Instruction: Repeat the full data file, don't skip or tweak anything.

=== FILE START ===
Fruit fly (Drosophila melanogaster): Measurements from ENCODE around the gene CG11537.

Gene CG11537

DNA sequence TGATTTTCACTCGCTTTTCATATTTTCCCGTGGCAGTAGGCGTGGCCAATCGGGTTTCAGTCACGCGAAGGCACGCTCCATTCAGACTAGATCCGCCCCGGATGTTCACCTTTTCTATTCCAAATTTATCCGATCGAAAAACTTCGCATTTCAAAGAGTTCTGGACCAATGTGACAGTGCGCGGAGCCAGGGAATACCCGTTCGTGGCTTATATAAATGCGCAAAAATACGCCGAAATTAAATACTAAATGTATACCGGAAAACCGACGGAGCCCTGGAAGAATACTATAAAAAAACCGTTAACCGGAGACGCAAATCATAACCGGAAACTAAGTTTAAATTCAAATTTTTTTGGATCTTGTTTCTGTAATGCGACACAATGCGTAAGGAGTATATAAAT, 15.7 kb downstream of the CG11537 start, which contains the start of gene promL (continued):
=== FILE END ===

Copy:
Fruit fly (Drosophila melanogaster): Measurements from ENCODE around the gene CG11537.

Gene CG11537

DNA sequence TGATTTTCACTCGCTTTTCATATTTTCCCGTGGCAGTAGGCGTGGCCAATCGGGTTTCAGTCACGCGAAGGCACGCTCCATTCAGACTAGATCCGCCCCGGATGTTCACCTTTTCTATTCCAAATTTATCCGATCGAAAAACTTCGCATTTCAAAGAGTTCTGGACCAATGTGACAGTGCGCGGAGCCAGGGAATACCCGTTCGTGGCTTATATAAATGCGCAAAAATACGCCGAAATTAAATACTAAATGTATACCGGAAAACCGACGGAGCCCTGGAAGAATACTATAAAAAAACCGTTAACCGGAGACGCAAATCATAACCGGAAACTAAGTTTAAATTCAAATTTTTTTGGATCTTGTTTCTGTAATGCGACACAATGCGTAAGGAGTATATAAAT, 15.7 kb downstream of the CG11537 start, which contains the start of gene promL (continued):